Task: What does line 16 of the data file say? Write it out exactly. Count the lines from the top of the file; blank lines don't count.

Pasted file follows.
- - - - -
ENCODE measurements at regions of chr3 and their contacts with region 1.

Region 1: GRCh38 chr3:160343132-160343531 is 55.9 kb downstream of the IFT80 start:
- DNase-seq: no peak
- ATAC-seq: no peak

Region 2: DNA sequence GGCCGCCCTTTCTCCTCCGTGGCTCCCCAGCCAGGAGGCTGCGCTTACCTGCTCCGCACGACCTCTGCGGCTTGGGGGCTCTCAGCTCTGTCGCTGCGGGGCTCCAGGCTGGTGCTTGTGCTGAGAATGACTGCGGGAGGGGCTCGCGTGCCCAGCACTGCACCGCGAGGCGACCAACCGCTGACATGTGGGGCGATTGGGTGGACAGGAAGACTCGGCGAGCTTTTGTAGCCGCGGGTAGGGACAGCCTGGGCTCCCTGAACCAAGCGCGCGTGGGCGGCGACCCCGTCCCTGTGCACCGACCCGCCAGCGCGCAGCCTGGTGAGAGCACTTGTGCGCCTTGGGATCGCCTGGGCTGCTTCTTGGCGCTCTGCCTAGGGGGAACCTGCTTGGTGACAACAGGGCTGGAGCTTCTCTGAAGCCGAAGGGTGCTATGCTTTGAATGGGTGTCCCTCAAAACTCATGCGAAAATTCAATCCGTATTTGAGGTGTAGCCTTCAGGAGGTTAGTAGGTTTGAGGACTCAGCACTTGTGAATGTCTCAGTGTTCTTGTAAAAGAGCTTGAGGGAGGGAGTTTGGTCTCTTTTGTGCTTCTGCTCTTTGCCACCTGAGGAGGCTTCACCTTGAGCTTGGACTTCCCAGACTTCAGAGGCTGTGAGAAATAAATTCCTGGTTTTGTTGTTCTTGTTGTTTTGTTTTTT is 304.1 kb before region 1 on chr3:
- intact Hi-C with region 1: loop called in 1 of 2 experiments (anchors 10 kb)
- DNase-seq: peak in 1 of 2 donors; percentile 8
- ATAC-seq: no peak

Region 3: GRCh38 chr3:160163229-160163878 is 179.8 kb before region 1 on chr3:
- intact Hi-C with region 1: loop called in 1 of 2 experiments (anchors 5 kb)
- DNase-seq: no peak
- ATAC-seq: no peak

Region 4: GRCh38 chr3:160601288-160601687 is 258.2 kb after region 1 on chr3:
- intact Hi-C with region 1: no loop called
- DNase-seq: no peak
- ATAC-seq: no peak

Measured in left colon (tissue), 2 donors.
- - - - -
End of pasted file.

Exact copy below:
- ATAC-seq: no peak